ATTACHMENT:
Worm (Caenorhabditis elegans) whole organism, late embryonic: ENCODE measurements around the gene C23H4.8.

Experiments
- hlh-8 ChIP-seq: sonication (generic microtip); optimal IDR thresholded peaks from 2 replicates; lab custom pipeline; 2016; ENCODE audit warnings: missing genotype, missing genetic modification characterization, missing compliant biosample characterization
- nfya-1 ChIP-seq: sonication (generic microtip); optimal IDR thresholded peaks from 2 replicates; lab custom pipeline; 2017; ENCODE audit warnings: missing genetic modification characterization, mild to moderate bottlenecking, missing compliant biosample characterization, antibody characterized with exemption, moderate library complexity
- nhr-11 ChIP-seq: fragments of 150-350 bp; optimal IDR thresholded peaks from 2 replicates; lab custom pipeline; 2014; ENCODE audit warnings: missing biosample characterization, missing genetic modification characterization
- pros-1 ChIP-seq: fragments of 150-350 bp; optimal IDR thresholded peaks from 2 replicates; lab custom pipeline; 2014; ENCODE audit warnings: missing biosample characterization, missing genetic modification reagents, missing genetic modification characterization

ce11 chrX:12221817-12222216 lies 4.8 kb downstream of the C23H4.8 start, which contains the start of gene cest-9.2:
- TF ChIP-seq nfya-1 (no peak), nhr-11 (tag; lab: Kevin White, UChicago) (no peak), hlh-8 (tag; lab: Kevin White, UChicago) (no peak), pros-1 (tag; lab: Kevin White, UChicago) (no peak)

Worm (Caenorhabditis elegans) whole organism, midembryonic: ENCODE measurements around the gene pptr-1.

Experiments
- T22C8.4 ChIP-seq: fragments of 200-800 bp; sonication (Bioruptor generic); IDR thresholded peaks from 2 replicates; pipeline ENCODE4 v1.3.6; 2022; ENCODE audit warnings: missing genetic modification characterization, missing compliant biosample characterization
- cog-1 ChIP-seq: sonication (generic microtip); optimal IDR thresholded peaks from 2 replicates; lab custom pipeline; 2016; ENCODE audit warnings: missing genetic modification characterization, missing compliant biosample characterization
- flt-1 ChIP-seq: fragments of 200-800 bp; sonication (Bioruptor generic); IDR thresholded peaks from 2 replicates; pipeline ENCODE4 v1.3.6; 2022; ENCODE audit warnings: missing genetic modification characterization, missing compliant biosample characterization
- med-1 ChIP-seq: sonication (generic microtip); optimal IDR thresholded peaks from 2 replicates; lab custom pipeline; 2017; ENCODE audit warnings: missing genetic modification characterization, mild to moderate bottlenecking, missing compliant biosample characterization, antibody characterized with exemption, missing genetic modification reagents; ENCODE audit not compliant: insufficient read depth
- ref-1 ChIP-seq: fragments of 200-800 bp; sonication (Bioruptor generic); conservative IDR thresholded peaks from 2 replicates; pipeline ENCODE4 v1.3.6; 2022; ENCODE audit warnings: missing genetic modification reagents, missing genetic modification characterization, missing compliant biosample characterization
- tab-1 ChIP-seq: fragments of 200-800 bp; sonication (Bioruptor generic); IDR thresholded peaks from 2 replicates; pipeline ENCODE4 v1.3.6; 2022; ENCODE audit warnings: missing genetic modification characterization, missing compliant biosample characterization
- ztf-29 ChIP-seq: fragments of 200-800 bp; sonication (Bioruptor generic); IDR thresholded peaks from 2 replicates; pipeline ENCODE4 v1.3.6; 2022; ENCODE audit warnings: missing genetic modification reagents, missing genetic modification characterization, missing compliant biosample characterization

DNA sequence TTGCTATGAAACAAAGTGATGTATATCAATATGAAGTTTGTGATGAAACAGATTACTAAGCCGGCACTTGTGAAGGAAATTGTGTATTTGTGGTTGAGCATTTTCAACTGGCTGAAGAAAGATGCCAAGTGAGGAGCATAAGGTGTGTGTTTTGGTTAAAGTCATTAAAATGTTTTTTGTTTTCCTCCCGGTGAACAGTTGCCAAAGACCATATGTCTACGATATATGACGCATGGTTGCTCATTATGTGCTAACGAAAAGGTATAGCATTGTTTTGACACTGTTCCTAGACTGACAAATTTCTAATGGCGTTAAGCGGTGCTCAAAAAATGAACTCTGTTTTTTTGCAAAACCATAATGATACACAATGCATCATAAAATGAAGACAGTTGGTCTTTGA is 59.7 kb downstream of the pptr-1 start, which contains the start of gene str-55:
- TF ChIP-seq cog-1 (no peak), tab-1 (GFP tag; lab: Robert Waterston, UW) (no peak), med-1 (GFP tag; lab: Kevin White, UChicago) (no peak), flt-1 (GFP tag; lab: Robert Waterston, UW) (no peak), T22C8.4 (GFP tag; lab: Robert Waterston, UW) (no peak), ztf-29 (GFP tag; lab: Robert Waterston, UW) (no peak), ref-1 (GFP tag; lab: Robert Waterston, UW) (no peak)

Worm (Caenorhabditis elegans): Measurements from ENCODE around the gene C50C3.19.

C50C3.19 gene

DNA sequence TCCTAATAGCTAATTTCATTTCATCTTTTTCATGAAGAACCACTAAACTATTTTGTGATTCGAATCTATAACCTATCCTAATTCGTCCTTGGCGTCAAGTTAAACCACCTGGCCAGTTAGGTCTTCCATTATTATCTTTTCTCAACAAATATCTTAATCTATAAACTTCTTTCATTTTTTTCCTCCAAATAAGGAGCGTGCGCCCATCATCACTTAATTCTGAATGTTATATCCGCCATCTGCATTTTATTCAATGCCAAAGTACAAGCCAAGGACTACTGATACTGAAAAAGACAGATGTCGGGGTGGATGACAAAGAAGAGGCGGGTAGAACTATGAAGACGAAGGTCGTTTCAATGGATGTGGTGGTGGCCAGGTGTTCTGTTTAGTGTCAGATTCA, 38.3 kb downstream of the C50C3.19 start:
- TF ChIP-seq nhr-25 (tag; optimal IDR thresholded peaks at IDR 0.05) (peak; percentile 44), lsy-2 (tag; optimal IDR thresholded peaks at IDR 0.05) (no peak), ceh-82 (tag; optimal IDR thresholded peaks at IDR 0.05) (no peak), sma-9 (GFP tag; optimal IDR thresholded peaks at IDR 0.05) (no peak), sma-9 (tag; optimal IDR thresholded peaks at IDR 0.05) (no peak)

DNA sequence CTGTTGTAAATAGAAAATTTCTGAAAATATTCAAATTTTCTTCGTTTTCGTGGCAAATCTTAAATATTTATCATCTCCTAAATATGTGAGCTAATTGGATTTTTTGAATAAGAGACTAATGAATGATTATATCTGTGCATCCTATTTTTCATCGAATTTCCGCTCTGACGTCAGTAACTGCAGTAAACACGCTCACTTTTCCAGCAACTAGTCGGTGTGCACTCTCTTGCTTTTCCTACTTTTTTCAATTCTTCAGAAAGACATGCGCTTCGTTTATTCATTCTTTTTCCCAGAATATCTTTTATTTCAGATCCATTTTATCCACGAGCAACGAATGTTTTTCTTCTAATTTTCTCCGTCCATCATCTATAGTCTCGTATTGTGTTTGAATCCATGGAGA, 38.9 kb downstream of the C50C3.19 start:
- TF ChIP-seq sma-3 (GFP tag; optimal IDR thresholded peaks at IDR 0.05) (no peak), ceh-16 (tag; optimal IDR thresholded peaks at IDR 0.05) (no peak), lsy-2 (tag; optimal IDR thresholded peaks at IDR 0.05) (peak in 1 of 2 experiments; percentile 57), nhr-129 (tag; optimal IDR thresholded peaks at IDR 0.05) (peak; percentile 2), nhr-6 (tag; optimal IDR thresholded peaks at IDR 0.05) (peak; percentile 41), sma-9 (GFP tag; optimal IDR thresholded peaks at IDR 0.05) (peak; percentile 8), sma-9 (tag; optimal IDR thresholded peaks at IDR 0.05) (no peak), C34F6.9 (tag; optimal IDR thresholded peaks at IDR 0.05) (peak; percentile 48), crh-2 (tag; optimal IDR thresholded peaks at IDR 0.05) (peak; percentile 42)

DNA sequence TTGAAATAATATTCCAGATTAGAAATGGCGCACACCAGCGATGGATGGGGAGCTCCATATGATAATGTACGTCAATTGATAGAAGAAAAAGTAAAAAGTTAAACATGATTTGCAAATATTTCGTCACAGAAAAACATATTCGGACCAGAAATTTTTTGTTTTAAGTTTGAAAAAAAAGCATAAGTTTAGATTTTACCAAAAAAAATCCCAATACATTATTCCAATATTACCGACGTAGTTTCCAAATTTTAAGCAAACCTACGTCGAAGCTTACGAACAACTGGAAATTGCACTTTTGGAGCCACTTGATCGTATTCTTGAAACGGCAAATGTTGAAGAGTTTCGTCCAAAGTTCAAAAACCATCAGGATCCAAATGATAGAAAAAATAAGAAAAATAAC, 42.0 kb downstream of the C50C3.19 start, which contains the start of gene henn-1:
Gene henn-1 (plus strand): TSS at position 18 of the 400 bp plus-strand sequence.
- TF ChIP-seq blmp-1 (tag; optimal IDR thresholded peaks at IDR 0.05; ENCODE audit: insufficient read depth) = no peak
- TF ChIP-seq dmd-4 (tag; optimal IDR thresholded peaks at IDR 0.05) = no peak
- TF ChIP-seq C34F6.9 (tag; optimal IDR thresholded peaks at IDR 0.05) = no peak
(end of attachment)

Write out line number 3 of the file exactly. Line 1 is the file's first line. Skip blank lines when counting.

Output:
- hlh-8 ChIP-seq: sonication (generic microtip); optimal IDR thresholded peaks from 2 replicates; lab custom pipeline; 2016; ENCODE audit warnings: missing genotype, missing genetic modification characterization, missing compliant biosample characterization